If you’re thinking about doing your MBA, you might be curious about what MBA life is actually like. Often, descriptions on schools’ websites and other promotional material give great overviews of the programs themselves and other concrete facts, but lack insight into what daily student life is actually like.
But if you do want to hear about student life, you’re in luck. There are a wide range of blogs available to look at, where current students regularly share their b-school experiences. And since, for many of the student bloggers, the school year has just started, you can start tracking them now to follow them through their ups and downs as they progress through b-school. By reading student blogs, you can get get a peek into what life is actually like, both in and out of class, and figure out which schools best suit your pace and style.
Welcome to Haas! I was reading these students’ posts one year ago when I planned to apply for Haas and at that time I was really attracted by the exciting life at Haas. So here I am, after one year’s preparation, from taking GMAT, attending schools’ info sessions, writing application essays, taking interviews and finally booking my tickets to SFO, a fresh first year MBA student arrived at Haas! I hope my post will help you in your application and understanding more about B-school life, especially for international students.
As the school year gets to a start, other bloggers discuss their insights as they dig into MBA life. Ana, student at London Business School, notes the emerging need for work/life balance as classes and social engagements fill out her schedule:
I am coming to the conclusion that MBA is all about time management. It is not only the classes that keep us busy, but the full range of events that happen (from sports and social clubs to career coaching). Right now I am coming back from a dinner with LBS friends and in a couple hours will be heading to party with another LBS crowd – after spending the day working with my study group on our second graded assignment.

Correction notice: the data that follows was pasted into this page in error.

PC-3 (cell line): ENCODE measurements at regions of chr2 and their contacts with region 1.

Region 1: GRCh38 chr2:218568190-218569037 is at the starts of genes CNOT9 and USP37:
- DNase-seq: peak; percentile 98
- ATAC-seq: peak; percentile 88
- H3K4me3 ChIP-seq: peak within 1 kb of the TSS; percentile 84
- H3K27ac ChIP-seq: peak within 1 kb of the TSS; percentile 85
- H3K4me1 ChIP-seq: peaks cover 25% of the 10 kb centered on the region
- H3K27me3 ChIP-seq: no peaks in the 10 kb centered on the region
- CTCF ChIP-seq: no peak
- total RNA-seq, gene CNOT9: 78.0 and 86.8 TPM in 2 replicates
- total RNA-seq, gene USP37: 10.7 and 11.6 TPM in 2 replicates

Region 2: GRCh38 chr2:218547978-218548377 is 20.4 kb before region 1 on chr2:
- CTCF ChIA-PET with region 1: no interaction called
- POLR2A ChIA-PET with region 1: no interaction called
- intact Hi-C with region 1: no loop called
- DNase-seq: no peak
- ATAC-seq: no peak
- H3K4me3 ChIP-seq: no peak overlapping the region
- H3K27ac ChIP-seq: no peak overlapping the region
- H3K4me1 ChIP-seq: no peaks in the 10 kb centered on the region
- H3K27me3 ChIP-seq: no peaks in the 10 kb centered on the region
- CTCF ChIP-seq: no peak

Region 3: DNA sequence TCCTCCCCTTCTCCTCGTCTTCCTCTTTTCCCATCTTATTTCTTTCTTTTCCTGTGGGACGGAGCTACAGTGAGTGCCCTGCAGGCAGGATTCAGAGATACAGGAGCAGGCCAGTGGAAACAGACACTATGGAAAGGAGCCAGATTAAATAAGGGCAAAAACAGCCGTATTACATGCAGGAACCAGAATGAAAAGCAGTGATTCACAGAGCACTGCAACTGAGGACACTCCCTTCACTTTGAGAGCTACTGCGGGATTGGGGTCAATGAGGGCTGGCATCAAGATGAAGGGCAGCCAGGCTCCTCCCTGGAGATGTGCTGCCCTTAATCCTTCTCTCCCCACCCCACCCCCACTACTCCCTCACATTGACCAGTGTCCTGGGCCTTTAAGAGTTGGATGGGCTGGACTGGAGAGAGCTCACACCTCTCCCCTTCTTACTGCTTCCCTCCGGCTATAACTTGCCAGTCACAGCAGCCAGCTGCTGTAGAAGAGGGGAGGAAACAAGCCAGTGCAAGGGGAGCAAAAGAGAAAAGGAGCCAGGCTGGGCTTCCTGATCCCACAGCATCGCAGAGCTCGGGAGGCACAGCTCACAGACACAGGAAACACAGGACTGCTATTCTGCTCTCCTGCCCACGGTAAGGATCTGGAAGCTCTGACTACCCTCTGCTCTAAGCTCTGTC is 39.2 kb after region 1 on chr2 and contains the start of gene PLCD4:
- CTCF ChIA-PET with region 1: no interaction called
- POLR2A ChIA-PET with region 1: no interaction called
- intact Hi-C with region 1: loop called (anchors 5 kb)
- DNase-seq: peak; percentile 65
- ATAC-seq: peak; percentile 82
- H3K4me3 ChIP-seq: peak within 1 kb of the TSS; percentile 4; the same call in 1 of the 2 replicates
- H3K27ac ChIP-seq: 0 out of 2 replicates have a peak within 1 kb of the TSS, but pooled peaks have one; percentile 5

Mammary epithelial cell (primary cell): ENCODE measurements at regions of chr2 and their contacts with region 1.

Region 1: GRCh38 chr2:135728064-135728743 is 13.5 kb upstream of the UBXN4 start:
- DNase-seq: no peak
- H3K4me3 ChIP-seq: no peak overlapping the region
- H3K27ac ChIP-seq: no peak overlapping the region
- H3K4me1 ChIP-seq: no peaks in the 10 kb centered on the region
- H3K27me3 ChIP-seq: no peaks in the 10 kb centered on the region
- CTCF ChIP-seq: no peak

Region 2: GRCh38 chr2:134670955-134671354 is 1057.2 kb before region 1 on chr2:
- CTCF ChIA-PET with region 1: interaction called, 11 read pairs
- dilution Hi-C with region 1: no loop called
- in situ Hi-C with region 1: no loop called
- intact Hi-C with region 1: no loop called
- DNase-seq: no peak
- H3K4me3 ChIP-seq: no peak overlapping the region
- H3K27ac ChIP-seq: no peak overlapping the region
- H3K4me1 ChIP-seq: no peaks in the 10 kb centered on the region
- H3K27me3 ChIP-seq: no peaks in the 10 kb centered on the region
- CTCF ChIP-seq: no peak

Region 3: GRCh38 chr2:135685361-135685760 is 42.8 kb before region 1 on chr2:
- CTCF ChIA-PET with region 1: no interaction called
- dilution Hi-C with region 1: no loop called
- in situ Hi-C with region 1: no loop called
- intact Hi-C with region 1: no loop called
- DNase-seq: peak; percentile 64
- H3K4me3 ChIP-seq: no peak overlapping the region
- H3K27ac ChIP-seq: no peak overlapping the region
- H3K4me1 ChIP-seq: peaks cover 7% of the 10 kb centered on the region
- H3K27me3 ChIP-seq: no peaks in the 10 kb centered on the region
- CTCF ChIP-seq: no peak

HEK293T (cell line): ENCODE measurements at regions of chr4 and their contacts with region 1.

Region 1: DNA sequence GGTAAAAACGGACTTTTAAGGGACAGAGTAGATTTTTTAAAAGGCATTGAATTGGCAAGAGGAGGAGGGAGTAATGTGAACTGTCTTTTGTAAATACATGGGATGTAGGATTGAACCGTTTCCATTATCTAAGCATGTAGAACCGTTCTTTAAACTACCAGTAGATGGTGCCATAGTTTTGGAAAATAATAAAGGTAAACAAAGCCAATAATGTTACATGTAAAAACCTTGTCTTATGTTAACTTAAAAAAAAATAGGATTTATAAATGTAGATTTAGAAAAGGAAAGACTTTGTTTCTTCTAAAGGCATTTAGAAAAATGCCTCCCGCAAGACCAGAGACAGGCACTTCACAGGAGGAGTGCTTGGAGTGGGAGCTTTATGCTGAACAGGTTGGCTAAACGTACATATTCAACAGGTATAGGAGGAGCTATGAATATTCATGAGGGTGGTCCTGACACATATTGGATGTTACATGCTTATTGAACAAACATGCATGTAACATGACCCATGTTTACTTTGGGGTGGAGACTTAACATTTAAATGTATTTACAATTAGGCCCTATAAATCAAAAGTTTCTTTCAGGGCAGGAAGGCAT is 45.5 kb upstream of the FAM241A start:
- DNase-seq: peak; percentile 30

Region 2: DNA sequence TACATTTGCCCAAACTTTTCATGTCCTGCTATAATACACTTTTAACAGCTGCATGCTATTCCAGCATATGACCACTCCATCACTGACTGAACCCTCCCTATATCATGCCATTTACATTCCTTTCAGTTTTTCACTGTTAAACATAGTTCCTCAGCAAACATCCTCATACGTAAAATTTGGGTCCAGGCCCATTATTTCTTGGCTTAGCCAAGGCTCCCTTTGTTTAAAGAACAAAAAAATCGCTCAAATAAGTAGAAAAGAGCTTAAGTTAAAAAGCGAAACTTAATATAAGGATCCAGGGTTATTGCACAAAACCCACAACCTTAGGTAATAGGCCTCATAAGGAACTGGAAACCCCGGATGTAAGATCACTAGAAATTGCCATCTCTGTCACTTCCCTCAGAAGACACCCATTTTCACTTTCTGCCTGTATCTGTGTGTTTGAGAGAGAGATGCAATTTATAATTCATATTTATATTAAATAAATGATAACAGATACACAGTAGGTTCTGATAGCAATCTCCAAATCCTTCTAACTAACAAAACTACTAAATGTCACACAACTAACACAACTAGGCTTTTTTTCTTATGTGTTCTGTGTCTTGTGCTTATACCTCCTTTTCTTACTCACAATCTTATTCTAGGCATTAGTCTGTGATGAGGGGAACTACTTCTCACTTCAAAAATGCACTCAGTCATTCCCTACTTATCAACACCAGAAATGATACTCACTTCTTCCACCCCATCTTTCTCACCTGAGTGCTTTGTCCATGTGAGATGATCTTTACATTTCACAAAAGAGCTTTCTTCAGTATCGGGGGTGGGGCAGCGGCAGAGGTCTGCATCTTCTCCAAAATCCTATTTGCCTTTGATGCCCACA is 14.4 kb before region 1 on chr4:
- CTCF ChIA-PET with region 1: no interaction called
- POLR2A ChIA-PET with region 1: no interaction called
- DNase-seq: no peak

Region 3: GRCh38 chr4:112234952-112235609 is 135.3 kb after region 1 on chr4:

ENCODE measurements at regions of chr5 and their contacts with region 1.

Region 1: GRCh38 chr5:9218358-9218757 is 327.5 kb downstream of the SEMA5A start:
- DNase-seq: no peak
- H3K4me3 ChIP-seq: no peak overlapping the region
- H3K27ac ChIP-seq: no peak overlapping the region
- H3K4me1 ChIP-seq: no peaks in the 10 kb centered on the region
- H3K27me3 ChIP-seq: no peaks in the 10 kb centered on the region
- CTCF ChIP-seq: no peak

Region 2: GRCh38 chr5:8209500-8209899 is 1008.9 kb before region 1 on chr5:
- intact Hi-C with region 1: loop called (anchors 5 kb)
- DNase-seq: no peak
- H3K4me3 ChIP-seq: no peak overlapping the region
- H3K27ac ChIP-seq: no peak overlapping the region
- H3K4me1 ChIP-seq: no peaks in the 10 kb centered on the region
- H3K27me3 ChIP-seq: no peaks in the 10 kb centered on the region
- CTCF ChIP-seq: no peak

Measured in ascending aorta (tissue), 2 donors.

If you’re curious about actual curriculum, check out this recent post from Richard Ivey School of Business student Ranjith Raja, where he discusses a group marketing exercise that simulates eight years of business competition in three days:
Our team chose to go heavy on R&D right from the start to continuously improve the product attributes as required by changing customer perceptions and each new product was launched and backed up with aggressive advertising spend and sales force to better promote the products into both markets. Each product in the portfolio was perfectly positioned in the sweet spot of the target segments and this enabled us to have more than 50% market share by the end of period eight. The end result, we ended up earning $355 Million (Sadly Virtual)
On Tuesday we should make a presentation of our first project and my team has just completed working on this case. Yeh…to put it mildly, it was not a piece of cake, and sometimes I was not sure that there will be a light at the end of the tunnel, but here we are. All in all, I think that each of us has been working on the verge of his (her) capabilities and the result in my opinion is quite satisfactory.
And finally, student at the University of Texas at Austin McCombs School of Business and blogger Jim Ryan pulls back from academic life for a post called “Just Go to ACL” (ACL is Austin City Limits, a music festival):
ACL is expensive. It is hot. It is crowded. You will have a ton of work hanging over your head, and part of the festival might interfere with a career trek.
It doesn’t matter. Find a way to go to ACL, if only for a day. It’s because of stuff like this that people move to Austin. There are few other places in the country where you can see the likes of Stevie Wonder, Kanye West, Arcade Fire, Coldplay, My Morning Jacket, Fleet Foxes, Alison Kraus and Randy Newman in one year, let alone one weekend. And when you think of all the great acts you get to see, the $185 price tag for a three-day pass doesn’t sound so bad.